You can avoid having heel spurs by wearing orthotics and shoe inserts that reduce the impact when landing on your feet after a jump. Also, don’t use flip-flops when jumping rope. Not only does it promote discomfort, but it also increases the risk of having heel spurs.

Jump rope injuries

4. Calf Strain

Calves are located below the knee at the back of the leg. Calf strain, also known as a pulled calf muscle, results from overstretching or tearing your calf muscles, particularly the gastrocnemius and soleus.

People with calf strain experience a tearing sensation and sharp pain. If it becomes more serious, the strain may develop bruising and swelling.

To avoid overstretching your calf muscles, make sure to warm up before you jump rope. You can jog for 10 minutes or stretch your legs, especially your calf muscles. And before ending your end your jump rope, slow down for at least 10 minutes.

 

5. Plantar Fasciitis

Acting as a bridge between the front of your foot and your heel, the plantar fascia is a ligament known to absorb pressure and shock, helping you run and walk without experiencing pain. Plantar fasciitis occurs if this ligament becomes inflamed, causing stiffness and pain in your heel.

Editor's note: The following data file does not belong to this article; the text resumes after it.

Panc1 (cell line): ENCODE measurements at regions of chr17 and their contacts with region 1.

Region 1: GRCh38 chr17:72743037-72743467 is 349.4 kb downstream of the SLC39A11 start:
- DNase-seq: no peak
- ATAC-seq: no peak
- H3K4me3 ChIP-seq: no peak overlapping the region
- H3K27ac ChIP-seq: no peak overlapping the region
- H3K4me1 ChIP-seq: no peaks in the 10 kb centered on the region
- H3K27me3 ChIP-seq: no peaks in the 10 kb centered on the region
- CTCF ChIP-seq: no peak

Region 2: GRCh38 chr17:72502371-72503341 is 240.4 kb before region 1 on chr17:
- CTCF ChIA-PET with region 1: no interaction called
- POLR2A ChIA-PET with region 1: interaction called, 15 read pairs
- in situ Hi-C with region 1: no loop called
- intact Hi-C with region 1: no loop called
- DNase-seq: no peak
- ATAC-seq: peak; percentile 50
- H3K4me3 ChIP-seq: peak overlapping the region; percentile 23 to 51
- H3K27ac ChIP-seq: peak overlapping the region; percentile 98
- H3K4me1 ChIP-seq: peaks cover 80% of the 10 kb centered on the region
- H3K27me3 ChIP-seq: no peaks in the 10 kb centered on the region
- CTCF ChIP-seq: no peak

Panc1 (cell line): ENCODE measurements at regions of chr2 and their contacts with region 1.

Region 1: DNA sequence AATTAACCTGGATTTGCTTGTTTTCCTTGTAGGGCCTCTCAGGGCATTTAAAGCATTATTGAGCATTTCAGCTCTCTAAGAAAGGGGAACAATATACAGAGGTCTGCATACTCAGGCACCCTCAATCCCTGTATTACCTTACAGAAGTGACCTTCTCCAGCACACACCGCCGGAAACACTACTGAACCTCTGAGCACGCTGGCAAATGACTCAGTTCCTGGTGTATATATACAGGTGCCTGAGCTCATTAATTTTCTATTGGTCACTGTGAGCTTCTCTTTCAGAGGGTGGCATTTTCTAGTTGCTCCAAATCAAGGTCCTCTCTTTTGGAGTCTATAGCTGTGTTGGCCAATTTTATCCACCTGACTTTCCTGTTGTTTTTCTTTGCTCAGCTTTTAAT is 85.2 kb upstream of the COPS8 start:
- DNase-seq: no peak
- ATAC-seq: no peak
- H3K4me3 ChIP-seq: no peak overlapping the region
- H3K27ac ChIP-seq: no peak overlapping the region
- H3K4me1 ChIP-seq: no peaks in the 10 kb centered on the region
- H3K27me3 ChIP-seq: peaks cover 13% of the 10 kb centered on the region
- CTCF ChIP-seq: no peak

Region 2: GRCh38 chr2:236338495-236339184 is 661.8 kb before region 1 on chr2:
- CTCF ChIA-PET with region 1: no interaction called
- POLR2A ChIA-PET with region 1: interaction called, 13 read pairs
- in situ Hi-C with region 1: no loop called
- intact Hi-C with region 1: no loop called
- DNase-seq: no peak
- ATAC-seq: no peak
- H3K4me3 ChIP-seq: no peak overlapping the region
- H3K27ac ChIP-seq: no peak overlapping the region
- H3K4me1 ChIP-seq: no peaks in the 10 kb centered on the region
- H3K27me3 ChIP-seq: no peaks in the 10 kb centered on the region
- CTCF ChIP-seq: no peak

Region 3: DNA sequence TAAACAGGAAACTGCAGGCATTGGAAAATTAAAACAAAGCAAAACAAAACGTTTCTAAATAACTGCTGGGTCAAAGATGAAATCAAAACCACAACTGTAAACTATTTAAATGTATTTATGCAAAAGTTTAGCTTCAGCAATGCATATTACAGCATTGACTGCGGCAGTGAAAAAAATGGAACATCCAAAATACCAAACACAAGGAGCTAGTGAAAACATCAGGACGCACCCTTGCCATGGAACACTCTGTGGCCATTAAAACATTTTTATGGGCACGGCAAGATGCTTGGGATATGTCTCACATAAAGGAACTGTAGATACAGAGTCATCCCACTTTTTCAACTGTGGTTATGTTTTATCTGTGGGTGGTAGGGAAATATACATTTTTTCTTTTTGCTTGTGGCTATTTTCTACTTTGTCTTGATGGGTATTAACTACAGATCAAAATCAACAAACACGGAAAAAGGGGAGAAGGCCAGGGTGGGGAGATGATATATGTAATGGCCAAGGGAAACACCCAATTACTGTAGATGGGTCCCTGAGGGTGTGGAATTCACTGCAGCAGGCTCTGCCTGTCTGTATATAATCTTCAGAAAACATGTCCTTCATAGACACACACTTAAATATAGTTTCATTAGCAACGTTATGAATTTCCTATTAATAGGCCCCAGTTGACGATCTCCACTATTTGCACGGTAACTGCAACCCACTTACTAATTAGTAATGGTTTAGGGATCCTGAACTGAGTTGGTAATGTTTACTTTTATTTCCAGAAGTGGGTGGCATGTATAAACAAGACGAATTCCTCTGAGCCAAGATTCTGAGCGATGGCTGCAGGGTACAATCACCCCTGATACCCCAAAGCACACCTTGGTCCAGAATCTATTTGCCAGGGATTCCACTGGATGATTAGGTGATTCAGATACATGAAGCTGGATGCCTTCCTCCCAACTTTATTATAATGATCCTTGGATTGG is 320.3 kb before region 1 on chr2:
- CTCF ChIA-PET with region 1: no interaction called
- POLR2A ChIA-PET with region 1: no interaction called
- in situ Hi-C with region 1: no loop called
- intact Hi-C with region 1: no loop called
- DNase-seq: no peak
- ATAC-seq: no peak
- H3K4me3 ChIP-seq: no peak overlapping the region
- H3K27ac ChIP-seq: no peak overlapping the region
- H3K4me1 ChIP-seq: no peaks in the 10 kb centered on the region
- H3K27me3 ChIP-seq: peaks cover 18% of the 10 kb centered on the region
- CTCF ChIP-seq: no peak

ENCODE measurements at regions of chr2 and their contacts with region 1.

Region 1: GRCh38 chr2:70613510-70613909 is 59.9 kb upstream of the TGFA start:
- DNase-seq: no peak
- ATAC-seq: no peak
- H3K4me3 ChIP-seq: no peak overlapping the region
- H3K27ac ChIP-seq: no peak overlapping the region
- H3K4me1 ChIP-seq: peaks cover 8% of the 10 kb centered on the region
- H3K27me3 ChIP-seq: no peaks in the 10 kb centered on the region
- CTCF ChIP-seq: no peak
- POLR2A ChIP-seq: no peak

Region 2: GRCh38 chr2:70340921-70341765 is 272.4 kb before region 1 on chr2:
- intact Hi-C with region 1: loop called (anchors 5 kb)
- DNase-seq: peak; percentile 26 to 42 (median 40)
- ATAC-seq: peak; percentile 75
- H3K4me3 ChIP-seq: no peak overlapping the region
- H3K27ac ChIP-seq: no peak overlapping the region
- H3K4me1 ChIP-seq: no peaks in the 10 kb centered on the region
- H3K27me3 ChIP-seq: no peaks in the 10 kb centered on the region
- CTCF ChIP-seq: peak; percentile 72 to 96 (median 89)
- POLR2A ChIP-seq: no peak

To avoid plantar fasciitis, you might need to make necessary lifestyle changes. Wear shoes that provide good arch support, and don’t overwork your plantar fascia by running or jumping rope too often. And before you jump rope, make sure you stretch your calves, fascia, and tendons.

If you’re overweight, consider losing weight to reduce the stress and pressure you put on your plantar fascia whenever your jump rope. This minimizes the risk of injuring your plantar fascia and other ligaments and tendons.

 

How Are Jump Rope Injuries Treated?

Jump rope injuries can be treated with the help of the following medical procedures.

1. Applying Cold Compress

A cold compress can reduce the pain, swelling, and inflammation of the affected muscle. Also, its effects last longer than hot compress. All you need to do is wrap ice cubes in a towel or an ice bag and apply it to the affected area for at least 20 minutes. Do this at least three times a day.

 

2. Physiotherapy

If the condition becomes severe, consult a doctor and ask if you need to undergo physiotherapy. Physical therapy helps restore the patient’s function and well-being through manual therapy, movement, and exercise. Physiotherapy can also help patients prevent and reduce the risk of injuries through proper education.

 

3. Surgery

If the condition persists for several months, you might need to undergo surgery. The surgery you need will depend on your condition. For example, if your calf muscles are completely torn apart, your surgeon will make an incision to reconnect the two ends of your muscles using stitches. Usually, surgeries will require you to stay for a couple of days in the hospital until you recover.

 

Final Words

Jumping rope is a great aerobic exercise that can work your upper and lower body. However, you have to be careful to avoid the following injuries discussed above. If you experience mild pain and swelling, applying ice on the affected area may help alleviate the condition. But if it becomes, consult your doctor right away for better treatment.